Publisher shares thoughts about online news -- May 2007
Dirks, Van Essen and Murray, Inc., a leading U.S. newspaper merger-and-acquisition firm, recently asked Walter Hussman, Jr. to compose a guest editorial for its newsletter.
Reproduced below, our publisher’s words explain the problem with offering free news on the Internet.
When the news is free
“We have met the enemy, and he is us.” This quote is appropriately attributed to the newspaper comic strip character Pogo.
One has to wonder how many of the newspaper industry’s current problems are self-inflicted.
One of newspapers’ major problems is free news. News has become ubiquitous, free, and as a result, a commodity. Anytime you are trying to sell something that becomes a commodity, you have lost much of the value in providing that product or service.
Not many years ago if someone wanted to find out about what was in the newspaper, they had to buy one. But not anymore. Now you can just go to the newspaper’s website and get that same information for free.
The newspaper industry wonders why they are losing young readers. Those readers might be young, but many of them are smart. Why would they buy a newspaper when they can get the same information online for free?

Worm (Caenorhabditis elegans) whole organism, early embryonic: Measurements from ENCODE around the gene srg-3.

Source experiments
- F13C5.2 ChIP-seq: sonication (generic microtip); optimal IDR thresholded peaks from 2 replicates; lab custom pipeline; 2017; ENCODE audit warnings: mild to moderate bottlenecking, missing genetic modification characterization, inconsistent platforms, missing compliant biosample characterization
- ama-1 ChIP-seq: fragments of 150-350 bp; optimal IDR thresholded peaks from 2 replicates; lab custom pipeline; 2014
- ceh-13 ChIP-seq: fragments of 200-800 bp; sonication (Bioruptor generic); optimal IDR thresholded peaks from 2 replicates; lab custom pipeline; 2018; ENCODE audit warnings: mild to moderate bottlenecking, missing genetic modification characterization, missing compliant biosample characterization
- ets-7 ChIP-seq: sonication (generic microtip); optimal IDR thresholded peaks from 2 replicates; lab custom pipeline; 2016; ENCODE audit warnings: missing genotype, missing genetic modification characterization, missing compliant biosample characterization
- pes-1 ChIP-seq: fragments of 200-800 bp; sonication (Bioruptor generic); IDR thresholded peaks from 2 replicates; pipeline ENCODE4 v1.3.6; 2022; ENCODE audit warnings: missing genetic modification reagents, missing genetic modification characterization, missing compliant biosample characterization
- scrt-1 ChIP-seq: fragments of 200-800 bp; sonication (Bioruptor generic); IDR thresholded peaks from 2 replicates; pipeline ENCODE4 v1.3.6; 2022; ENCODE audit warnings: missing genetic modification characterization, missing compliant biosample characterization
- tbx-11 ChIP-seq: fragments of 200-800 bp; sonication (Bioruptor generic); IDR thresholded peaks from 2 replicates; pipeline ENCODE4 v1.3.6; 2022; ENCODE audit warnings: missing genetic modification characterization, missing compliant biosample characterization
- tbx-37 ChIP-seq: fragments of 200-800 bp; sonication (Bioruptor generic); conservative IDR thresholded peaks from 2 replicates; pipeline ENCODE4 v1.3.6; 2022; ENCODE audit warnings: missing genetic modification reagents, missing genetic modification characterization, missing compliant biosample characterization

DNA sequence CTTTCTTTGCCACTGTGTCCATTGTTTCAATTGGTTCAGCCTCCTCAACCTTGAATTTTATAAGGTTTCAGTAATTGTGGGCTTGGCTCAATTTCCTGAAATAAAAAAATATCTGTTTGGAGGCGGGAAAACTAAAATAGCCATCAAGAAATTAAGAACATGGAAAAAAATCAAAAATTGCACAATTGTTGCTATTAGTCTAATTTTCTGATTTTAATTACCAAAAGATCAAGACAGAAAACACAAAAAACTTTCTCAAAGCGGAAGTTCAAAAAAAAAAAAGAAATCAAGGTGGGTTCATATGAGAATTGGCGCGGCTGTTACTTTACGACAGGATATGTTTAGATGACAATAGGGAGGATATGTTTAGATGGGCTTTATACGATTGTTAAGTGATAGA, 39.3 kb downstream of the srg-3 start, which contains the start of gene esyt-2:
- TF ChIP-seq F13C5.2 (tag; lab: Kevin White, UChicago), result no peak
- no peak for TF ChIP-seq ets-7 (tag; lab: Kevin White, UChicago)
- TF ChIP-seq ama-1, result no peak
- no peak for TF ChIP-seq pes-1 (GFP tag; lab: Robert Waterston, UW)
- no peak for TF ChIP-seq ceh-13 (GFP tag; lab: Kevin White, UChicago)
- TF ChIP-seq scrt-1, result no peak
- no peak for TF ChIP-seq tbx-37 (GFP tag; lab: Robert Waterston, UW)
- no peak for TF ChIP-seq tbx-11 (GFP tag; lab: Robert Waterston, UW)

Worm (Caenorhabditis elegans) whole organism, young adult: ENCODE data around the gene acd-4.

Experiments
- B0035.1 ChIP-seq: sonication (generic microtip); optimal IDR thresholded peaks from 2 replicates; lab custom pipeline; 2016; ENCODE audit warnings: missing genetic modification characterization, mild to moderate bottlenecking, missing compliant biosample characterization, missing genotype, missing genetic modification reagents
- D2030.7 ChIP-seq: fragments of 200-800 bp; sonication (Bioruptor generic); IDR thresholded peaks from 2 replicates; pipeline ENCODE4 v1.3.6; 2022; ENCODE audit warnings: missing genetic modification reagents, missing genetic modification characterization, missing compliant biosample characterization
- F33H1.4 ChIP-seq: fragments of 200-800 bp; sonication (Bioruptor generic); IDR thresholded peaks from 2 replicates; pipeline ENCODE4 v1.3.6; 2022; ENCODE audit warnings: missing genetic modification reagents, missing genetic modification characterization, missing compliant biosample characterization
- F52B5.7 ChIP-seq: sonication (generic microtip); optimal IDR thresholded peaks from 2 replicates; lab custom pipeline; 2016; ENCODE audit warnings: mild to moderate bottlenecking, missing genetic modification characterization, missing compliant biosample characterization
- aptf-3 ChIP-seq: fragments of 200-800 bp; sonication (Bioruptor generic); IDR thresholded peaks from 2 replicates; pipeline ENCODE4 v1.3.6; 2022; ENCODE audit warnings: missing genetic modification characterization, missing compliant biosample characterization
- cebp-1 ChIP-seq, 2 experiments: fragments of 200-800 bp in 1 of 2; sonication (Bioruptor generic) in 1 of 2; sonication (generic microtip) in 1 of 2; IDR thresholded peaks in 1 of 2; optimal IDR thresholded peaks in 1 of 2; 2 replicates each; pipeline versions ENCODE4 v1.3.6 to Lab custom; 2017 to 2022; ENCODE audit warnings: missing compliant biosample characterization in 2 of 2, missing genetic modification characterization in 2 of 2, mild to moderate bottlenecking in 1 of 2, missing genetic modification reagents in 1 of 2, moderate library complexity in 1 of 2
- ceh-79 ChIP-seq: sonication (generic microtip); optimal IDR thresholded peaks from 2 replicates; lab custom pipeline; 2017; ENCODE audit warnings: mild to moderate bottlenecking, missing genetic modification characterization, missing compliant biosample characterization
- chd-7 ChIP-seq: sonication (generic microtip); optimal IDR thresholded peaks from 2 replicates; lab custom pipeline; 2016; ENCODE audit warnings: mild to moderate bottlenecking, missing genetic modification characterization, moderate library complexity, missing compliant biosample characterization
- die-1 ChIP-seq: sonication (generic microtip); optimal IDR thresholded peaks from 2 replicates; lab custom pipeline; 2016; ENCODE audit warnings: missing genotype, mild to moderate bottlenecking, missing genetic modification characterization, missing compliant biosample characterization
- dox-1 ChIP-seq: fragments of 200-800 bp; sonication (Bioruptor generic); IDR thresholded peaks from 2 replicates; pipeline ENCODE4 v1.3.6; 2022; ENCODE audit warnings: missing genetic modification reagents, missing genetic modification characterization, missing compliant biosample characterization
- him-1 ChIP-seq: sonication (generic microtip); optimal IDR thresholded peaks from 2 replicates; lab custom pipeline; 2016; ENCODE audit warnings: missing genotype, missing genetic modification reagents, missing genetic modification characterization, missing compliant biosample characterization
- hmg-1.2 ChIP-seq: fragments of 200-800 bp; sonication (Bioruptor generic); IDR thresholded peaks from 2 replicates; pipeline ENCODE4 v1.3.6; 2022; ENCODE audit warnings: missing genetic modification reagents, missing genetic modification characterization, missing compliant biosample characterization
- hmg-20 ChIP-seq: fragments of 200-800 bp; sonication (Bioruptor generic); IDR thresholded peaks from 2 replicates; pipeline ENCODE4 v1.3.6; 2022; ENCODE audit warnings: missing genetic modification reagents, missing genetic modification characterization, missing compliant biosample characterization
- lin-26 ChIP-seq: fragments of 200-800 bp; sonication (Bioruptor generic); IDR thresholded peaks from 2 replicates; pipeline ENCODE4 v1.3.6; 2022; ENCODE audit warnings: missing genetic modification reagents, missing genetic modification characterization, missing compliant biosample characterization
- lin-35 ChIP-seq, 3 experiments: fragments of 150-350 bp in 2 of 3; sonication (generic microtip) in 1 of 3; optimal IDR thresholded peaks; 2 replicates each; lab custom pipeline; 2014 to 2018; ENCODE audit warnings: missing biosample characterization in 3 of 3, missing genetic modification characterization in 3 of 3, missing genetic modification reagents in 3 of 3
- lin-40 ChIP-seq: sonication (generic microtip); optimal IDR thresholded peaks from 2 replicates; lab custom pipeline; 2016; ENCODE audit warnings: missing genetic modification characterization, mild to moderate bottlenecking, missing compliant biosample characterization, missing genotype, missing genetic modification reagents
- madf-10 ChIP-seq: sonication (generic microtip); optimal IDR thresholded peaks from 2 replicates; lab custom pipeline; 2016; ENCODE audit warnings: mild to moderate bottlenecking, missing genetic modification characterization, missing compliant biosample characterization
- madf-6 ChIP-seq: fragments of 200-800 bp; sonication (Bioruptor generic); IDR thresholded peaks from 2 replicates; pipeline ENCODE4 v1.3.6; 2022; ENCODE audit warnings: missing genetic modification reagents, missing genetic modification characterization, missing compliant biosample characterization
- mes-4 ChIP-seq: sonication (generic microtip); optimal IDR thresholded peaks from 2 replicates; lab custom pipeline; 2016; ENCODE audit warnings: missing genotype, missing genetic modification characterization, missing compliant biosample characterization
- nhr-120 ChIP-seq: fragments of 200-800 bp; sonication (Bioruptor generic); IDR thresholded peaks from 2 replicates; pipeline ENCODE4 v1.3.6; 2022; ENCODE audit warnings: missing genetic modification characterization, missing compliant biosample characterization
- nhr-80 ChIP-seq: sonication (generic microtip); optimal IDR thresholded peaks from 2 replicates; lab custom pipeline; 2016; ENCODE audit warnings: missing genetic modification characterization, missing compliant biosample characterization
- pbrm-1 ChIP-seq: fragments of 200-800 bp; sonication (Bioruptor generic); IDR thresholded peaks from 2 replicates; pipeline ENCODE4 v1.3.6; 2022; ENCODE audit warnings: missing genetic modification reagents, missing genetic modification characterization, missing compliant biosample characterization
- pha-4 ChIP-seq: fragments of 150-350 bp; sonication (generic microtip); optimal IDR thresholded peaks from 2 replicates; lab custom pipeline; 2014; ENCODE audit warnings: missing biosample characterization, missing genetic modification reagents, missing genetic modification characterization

Newspapers initially created their websites with the best of intentions. After all, newspapers didn’t want to be in the newspaper business, they wanted to be in the information business to survive and prosper. And rather than fight the new medium, the Internet, why not embrace it? Wanting to be the leading information providers and thereby have the most popular website in the community, they posted all of their news online for free.
Exacerbating the problem with free news was the decision by the newspaper industry, which owns the Associated Press, to sell AP copy to news aggregators like Yahoo, Google and MSN. These aggregators created lucrative news portals where the world could get much of the news that was in newspapers. So readers could now get free news not only at newspaper websites, but also from portals and aggregators that had a chance to monetize the content, most of which was created and financed by the newspaper industry.
With local radio and television stations also creating websites and posting their news for free, newspapers soon realized that much of the news on the broadcast websites was news that was created by the local newspaper. So, whereas before the newspapers were selling print ads while radio and TV were selling air time, now they were all selling the same medium: their websites. Since newspapers share their content with the Associated Press so other members can use it, radio and TV members are using much of that content to compete against the newspapers that created it.